Automaker has to abide by America’s tough emissions rules

After a short hiatus from the U.S. market, the Lotus Evora is expected to make a nice comeback, albeit in a slightly different form from the ones being offered in Europe today. A report from Automotive News is pointing at a May 2016 return for the Evora 2+2. The only caveat is that it’s going to be a detuned, entry-level version of the V-6-powered Evora 400. Before anybody starts slamming their fists on the table, it’s important to know that the decision to bring a detuned version of the Evora hinged primarily on Lotus having to meet America’s emissions requirements.

So it’s not all bad. Lotus is just trying to follow the rules, even if it comes at the cost of offering an Evora with less power. The upside is that it’ll have better fuel economy. Just as important, the Evora has since been updated from the last iteration that was sold here to ensure that it complied with the stricter airbag regulations.

Now, about that engine. Lotus CEO Jean-Marc Gales intimated to Automotive News the company’s goal of dropping its carbon dioxide emissions in the U.S. by three percent per year over a five-year period. For Lotus to make that work, it would have to offer a detuned version of the Evora 400, which would entail dropping the sports car’s supercharger entirely. Doing so would reduce the V-6 engine’s power, but it would also improve fuel economy and in turn, help the company achieve that five-year emissions goal it placed on itself.

Granted, Gales admitted that the supercharger-less Evora is just one of the options he’s looking into. But it is a scenario that’s more realistic than removing the supercharged V-6 entirely and replacing it with a turbocharged 2.0-liter four-cylinder. That door is less likely to be opened because the company doesn’t see the short- and long-term benefits it could have on the Evora.

For now, this news is a matter of taking the good with the bad. The good news is that the Evora’s vacation from the U.S. market is over. The bad news is that it’s really not going to be the Evora 400 that Europe and other markets currently have. But I’m sure American customers would learn to accept that, especially if the U.S.-spec Evora, especially if it comes at a much cheaper price than the $90,000 price tag of the Evora 400, and if it will also come with a roadster variant in 2017.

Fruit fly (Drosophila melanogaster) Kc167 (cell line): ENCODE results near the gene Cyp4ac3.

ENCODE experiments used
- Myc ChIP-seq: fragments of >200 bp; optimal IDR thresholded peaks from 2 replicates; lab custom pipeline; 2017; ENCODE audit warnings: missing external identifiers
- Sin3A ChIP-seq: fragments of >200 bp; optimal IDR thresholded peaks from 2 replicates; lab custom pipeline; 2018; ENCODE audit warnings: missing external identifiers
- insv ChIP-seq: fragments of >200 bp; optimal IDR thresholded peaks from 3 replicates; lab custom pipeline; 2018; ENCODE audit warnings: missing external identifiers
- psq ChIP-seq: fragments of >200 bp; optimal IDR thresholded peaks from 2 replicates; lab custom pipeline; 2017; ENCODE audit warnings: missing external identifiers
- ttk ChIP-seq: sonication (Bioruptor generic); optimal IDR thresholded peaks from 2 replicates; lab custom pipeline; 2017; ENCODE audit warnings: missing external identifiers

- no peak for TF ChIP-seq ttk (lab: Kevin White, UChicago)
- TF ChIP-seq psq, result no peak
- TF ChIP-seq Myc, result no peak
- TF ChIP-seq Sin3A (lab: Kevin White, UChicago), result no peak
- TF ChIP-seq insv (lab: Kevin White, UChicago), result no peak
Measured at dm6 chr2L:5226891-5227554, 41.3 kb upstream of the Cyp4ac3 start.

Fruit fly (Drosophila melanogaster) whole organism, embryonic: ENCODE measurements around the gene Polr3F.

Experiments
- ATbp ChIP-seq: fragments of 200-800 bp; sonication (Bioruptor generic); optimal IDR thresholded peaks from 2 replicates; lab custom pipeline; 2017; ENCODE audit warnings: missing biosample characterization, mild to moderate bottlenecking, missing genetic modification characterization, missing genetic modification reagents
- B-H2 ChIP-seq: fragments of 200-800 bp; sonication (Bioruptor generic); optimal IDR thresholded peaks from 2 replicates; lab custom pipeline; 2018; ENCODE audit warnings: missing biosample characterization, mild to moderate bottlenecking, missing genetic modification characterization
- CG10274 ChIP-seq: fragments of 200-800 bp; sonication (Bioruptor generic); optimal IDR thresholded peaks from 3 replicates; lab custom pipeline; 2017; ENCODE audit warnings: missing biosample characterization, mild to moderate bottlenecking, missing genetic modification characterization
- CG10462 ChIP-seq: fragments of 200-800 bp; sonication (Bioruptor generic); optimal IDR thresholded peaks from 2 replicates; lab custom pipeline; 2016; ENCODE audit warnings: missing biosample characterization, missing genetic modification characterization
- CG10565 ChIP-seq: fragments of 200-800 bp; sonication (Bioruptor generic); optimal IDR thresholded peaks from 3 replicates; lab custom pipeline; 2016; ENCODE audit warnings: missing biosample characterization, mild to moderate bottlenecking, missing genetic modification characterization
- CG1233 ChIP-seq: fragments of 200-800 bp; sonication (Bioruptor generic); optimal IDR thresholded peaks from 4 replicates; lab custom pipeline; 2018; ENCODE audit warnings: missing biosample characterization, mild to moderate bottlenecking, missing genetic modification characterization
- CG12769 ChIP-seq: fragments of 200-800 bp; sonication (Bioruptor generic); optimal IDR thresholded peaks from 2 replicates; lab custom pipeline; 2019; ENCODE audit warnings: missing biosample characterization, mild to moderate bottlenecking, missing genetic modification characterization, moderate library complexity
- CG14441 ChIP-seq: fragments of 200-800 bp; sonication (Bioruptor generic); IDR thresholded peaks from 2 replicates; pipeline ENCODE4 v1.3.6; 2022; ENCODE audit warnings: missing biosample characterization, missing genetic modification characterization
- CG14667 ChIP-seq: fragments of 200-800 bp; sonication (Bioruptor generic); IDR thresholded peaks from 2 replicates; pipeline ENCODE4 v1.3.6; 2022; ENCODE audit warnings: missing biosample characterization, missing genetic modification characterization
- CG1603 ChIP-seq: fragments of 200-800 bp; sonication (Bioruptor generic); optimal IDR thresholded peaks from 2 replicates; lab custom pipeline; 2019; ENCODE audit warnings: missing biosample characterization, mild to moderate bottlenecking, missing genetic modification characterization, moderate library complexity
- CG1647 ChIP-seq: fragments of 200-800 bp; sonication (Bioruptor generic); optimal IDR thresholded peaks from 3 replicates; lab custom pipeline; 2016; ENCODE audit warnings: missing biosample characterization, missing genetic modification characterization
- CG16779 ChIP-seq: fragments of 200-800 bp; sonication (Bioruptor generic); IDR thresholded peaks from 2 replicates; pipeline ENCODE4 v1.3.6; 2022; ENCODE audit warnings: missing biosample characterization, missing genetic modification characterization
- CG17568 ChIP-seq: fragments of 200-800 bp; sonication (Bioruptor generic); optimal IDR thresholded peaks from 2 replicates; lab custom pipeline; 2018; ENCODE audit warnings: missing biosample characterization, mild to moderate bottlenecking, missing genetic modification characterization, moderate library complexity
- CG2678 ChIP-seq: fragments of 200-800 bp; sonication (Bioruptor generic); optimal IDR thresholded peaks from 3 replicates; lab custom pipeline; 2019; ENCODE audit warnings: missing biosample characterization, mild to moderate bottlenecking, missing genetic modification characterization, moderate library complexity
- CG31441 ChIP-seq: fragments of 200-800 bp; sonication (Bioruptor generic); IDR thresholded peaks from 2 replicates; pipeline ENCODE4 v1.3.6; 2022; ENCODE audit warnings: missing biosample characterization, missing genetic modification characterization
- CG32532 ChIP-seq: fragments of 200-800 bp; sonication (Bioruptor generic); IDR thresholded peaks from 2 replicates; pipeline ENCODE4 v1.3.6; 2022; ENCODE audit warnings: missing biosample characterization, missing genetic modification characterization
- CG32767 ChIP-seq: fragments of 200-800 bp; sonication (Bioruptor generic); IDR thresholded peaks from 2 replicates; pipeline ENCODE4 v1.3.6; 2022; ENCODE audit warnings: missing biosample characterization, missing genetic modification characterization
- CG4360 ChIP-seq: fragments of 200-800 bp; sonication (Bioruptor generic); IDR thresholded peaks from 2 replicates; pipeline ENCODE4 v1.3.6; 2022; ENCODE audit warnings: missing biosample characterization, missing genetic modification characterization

Continue after the jump to read the full story.

Why it matters

There’s a lot to make out of this news and hearing about it brought out a lot of conflicting emotions. I can’t help it either because not only am I fan of the Evora 400, but more importantly, I was looking forward to seeing how that car could translate into this market.

I get it though. Lotus is doing what it has to do to abide by the emissions regulations. After all, it is in the business of making money and if that’s what it’s going to take for that to happen, then so be it. Besides, Giles acknowledged that even with the U.S.-spec Evora being less powerful than the Evora 400, there’s already a lot of interest in the car, as shown by the 250 orders the company has already taken from U.S. customers. That represents a significant chunk of the 400 Evora models Lotus is targeting to sell in America annually.

Ultimately, none of this is going to matter if sales numbers of the U.S.-spec Evora trends up. Detuned or not, it’s still the Evora and it’s still going to have sports car looks and sports car performance. If people are really concerned about losing power at the expense of better fuel economy, then maybe the Evora isn’t the car for them. And for what it’s worth, those who aren’t too impressed with the U.S.-spec Evora can wait a few more years for the two-seater Elise to arrive. That’s a different story altogether, but according to Lotus, a 2020 timetable is on the cards provided that it arrives with an all-new model.

Lotus Evora 400

2016 Lotus Evora 400 High Resolution Exterior
- image 617786

Read our full review on the Lotus Evora 400 here.

Source: Automotive News

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